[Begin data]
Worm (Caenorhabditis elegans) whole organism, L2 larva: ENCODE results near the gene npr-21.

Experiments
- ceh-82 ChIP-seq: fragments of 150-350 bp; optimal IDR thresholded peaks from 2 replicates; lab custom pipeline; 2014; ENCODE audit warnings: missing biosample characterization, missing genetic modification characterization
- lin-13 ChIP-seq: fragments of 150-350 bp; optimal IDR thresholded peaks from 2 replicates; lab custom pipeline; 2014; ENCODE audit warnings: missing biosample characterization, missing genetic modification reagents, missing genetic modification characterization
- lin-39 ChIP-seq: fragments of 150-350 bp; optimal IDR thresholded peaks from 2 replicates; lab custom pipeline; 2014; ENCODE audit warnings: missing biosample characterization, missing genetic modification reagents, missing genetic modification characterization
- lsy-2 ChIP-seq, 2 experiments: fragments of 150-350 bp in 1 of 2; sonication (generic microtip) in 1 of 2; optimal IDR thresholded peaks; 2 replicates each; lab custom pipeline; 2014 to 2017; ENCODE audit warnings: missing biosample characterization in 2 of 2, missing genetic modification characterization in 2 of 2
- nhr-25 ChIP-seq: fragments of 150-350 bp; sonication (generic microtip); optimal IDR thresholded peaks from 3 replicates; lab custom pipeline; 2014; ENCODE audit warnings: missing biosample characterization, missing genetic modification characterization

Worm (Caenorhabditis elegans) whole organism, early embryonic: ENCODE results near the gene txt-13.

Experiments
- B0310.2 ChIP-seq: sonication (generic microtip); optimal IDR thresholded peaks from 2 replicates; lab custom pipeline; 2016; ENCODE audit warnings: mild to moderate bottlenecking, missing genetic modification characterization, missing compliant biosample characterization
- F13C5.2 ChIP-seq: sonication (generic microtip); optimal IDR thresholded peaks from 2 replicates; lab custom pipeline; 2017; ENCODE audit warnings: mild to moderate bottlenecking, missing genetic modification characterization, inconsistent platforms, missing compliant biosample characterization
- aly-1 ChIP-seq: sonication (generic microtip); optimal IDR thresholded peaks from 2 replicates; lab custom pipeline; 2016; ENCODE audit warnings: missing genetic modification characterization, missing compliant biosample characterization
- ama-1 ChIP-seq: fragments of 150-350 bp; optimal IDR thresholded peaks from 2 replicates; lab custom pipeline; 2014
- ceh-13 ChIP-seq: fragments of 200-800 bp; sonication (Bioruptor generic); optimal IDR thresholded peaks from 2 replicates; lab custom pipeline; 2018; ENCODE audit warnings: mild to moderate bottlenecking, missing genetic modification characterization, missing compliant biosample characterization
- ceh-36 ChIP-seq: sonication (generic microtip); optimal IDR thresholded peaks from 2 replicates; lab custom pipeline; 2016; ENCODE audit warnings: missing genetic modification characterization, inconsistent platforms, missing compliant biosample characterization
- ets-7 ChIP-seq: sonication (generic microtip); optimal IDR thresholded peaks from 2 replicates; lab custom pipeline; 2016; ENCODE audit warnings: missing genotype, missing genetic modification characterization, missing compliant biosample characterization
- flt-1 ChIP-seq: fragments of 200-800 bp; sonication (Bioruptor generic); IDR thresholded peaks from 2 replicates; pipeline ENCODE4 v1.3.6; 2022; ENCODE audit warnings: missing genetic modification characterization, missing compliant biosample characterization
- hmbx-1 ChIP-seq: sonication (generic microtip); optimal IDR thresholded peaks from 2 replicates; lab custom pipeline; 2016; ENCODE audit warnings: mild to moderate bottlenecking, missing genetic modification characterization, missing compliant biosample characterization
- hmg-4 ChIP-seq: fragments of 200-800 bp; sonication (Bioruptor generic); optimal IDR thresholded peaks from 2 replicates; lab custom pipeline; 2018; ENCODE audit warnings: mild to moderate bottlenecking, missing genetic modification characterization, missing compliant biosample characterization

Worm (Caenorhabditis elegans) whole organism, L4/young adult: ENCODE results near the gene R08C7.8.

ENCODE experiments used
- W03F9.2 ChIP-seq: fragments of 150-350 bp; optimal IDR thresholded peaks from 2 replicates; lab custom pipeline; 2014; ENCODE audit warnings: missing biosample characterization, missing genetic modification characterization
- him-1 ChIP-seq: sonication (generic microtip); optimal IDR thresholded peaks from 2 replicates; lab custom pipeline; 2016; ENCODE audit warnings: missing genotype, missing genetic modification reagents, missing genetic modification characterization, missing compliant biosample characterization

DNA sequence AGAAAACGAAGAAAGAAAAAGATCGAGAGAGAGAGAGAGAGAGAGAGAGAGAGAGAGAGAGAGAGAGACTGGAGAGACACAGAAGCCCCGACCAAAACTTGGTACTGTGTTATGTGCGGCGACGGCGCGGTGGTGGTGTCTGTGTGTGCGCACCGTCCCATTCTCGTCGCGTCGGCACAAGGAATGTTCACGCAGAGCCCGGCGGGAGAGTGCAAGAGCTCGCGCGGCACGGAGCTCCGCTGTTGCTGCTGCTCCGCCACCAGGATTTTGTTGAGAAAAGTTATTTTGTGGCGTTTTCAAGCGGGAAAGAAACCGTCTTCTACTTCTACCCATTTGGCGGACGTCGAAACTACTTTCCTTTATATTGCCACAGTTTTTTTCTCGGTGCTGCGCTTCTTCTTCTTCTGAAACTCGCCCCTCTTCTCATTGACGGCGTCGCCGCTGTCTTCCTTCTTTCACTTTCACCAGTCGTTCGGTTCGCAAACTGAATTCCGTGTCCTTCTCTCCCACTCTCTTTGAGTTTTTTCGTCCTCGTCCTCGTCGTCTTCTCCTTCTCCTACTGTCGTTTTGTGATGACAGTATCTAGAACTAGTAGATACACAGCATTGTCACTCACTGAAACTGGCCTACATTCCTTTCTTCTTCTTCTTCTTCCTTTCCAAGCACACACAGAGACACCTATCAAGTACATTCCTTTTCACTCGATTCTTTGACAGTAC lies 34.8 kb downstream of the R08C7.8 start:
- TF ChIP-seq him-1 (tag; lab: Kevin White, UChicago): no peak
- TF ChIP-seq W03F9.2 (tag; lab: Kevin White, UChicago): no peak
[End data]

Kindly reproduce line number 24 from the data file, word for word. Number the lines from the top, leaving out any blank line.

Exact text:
DNA sequence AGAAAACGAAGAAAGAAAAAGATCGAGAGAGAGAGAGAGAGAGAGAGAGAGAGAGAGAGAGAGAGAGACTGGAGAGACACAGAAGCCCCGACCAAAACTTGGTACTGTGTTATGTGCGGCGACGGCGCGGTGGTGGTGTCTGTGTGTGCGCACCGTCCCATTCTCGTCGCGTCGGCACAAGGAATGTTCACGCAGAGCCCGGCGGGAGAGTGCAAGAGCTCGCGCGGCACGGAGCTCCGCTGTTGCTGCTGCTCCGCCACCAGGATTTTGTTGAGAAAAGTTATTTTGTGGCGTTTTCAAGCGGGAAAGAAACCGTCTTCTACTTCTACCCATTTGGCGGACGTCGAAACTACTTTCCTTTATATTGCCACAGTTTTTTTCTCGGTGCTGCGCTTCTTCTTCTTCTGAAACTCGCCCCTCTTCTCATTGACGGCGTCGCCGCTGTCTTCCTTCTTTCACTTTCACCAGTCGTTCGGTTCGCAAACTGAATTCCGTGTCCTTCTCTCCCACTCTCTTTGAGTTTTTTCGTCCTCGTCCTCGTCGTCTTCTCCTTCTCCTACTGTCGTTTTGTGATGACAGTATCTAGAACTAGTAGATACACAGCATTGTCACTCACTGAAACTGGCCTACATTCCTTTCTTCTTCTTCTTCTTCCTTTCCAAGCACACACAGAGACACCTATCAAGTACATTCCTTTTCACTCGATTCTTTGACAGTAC lies 34.8 kb downstream of the R08C7.8 start: